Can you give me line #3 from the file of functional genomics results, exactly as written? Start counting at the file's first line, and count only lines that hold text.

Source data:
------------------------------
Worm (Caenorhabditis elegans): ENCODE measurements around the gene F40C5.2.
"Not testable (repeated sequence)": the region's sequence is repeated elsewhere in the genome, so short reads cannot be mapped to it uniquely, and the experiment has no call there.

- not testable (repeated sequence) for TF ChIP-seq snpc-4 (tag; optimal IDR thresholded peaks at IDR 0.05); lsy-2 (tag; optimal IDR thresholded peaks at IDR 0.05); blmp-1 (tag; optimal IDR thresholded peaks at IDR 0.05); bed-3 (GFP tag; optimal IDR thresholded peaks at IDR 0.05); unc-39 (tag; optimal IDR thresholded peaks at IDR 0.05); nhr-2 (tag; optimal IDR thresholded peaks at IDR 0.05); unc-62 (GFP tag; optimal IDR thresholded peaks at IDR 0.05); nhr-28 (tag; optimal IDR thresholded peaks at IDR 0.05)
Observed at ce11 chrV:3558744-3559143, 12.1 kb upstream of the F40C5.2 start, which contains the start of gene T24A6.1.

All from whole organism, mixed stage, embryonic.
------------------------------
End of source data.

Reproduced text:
- not testable (repeated sequence) for TF ChIP-seq snpc-4 (tag; optimal IDR thresholded peaks at IDR 0.05); lsy-2 (tag; optimal IDR thresholded peaks at IDR 0.05); blmp-1 (tag; optimal IDR thresholded peaks at IDR 0.05); bed-3 (GFP tag; optimal IDR thresholded peaks at IDR 0.05); unc-39 (tag; optimal IDR thresholded peaks at IDR 0.05); nhr-2 (tag; optimal IDR thresholded peaks at IDR 0.05); unc-62 (GFP tag; optimal IDR thresholded peaks at IDR 0.05); nhr-28 (tag; optimal IDR thresholded peaks at IDR 0.05)